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After the Vote

After the Vote: Californians Choose to Speed Up, Not Abolish, Death Penalty

With financial backing from law enforcement groups, the California death penalty is not only preserved, but will be sped up for inmates awaiting execution.




San Quentin, home to California’s death row.

On Tuesday, California voters elected to preserve the death penalty for the state’s worst offenders — and to speed up the execution process for inmates on death row.

Two ballot measures had targeted capital punishment. The first, Prop. 62, sought to replace the death penalty with life in prison without the possibility of parole. That measure failed, by a 54-46 percent margin.

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“The outcome of the election does not change the fact that California’s death penalty is broken beyond repair and remains a sentence ‘in name only,'” Matt Cherry, campaign manager for Proposition 62, told Associated Press. “The high costs will continue to add up, the backlog of cases will continue to mount and the stories of injustice will continue to be heard. We are confident California’s failed death penalty will one day come to an end, either from voters or through the courts.”

The second measure, Prop. 66, sought to expedite the process by which death row inmates are executed. That measure won with just under 51 percent of the vote. Ironically, Prop. 62’s appearance on the ballot may have triggered the counter-measure, Prop. 66 – whose victory could speed up executions.

It was a big victory for California death penalty supporters, who had argued that the system is a much needed punishment for the “worst of the worst” offenders, and that the execution process in California is currently too lengthy and expensive. The official campaign slogan was “Mend, Don’t End, California’s Death Penalty.”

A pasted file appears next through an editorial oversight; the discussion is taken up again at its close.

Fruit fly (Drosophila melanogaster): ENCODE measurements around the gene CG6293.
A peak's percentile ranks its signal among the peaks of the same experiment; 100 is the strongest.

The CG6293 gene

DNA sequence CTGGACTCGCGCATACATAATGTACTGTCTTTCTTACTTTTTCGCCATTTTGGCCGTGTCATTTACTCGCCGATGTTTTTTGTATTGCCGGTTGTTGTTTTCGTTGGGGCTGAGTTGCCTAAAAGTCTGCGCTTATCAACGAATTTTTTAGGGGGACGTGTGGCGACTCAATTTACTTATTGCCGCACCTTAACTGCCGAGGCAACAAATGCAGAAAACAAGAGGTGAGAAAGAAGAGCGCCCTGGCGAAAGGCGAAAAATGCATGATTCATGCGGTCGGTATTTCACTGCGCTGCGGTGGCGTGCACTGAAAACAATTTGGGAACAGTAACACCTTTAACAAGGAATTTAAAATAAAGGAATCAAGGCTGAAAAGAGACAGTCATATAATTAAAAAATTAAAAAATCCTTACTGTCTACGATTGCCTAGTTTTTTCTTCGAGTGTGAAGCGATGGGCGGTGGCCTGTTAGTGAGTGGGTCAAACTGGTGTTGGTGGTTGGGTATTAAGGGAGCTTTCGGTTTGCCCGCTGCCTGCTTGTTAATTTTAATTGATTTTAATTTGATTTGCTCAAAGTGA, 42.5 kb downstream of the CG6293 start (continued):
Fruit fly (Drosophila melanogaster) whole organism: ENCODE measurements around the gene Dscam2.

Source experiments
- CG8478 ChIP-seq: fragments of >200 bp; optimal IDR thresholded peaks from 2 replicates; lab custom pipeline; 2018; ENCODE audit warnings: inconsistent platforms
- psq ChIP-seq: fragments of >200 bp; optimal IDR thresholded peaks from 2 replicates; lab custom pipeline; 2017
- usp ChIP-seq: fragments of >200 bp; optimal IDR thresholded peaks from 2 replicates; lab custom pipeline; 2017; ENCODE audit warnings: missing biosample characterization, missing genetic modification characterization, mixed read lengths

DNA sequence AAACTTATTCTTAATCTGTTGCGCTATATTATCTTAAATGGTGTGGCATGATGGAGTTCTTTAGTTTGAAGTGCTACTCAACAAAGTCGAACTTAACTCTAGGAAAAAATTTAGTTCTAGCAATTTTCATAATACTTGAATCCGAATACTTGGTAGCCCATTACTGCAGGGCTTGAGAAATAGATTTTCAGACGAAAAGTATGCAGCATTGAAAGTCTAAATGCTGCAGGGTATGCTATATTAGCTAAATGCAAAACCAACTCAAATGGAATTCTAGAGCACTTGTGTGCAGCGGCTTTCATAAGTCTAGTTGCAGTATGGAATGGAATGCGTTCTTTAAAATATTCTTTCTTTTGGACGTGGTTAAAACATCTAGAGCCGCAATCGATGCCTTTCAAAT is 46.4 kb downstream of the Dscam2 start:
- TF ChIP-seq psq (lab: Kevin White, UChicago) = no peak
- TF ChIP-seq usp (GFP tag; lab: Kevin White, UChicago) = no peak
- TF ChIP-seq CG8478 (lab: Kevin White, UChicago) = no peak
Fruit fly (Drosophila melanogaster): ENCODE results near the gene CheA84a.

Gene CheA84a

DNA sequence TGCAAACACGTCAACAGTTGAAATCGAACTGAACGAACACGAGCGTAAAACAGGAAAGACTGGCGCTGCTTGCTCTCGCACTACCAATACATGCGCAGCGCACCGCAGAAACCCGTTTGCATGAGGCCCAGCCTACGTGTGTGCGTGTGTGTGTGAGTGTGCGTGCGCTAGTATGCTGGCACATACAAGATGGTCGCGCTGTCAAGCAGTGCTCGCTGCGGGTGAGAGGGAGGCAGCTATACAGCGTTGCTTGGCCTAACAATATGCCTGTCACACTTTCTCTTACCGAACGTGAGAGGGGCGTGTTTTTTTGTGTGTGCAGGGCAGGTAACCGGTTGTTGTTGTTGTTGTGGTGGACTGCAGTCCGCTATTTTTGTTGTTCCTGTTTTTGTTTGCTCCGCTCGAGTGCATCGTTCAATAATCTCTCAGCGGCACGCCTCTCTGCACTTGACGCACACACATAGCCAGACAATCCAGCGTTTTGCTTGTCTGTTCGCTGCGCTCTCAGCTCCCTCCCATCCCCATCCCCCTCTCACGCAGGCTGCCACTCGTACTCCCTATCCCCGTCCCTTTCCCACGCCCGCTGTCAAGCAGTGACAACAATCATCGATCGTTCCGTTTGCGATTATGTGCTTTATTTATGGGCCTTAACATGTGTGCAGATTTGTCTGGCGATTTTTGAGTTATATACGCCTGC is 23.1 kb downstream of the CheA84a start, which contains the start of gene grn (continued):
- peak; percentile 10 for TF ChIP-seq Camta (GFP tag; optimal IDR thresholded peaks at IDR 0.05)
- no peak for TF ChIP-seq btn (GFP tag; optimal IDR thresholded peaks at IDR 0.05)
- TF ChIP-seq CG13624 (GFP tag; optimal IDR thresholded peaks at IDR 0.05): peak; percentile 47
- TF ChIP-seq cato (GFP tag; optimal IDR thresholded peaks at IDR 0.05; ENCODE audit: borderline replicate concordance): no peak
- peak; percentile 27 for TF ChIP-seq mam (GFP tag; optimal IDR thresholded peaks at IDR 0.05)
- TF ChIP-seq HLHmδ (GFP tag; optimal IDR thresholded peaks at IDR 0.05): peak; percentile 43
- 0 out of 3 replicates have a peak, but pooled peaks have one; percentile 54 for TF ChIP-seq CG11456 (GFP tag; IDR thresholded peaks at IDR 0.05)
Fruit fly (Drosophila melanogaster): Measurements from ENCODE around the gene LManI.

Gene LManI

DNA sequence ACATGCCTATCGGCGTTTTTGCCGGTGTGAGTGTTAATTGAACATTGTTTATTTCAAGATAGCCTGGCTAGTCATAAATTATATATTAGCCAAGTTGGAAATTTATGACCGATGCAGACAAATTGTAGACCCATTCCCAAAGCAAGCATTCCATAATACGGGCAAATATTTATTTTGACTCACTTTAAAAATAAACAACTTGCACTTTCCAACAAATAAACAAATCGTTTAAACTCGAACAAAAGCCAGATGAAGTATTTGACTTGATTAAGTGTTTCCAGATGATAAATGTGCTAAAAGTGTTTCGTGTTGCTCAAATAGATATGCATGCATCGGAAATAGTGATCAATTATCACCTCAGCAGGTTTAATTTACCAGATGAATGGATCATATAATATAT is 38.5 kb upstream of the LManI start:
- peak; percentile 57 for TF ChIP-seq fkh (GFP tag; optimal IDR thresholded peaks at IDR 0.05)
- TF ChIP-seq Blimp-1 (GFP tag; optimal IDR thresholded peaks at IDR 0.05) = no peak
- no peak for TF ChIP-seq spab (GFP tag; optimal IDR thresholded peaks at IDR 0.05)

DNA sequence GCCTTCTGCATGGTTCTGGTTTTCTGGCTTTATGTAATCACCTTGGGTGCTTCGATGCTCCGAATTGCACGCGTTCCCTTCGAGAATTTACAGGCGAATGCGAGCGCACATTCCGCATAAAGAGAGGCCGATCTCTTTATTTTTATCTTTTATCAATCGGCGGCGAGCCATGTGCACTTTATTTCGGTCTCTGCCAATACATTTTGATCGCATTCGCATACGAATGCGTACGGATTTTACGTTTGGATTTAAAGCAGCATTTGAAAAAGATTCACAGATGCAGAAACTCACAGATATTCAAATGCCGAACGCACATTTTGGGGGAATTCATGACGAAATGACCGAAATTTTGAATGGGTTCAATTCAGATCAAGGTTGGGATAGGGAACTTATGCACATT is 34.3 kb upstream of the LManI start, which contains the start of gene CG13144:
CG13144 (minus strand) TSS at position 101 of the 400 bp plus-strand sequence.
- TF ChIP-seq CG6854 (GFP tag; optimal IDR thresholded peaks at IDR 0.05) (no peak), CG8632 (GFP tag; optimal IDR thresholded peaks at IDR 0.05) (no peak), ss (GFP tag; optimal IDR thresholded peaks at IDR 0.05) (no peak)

“California voters have spoken loud and clear that they want to keep the death penalty intact,” said Anne Marie Schubert, the Sacramento County District Attorney and the co-chair of the Mend, Don’t End the Death Penalty campaign, in a statement. “This is the ninth time California voters have voted in favor of keeping the death penalty for the most heinous killers…I thank all of our supporters and will continue to fight for justice on behalf of victims to ensure that our death penalty works as the voters intend.”

With over 700 inmates currently awaiting execution, California has more inmates on death row than any other state. However, only 13 prisoners have been executed since 1978, and no executions have been carried out since 2006.

“We all know California’s death penalty system is broken,” the official argument against Prop 62 explained. “Death row inmates are now able to file one frivolous appeal after another, denying justice.”

In the lead-up to the vote, law enforcement groups became the most vocal — and financially well-backed — group to publicly call for preservation of the death penalty. These groups published numerous advertising campaigns to maintain support of the death penalty, even though a nationwide survey of police chiefs found that most chiefs don’t believe the death penalty actually deters the most violent criminals.

Nationwide, recent polls have shown a decrease in popular support for capital punishment. Right now, only about 49 percent of Americans favor the death penalty.

Supporters of the abolition of the death penalty have argued that the California death penalty system is too expensive and broken, and that even this new legislation won’t fix any real problems related to crime.

Photo by Jjz3d83

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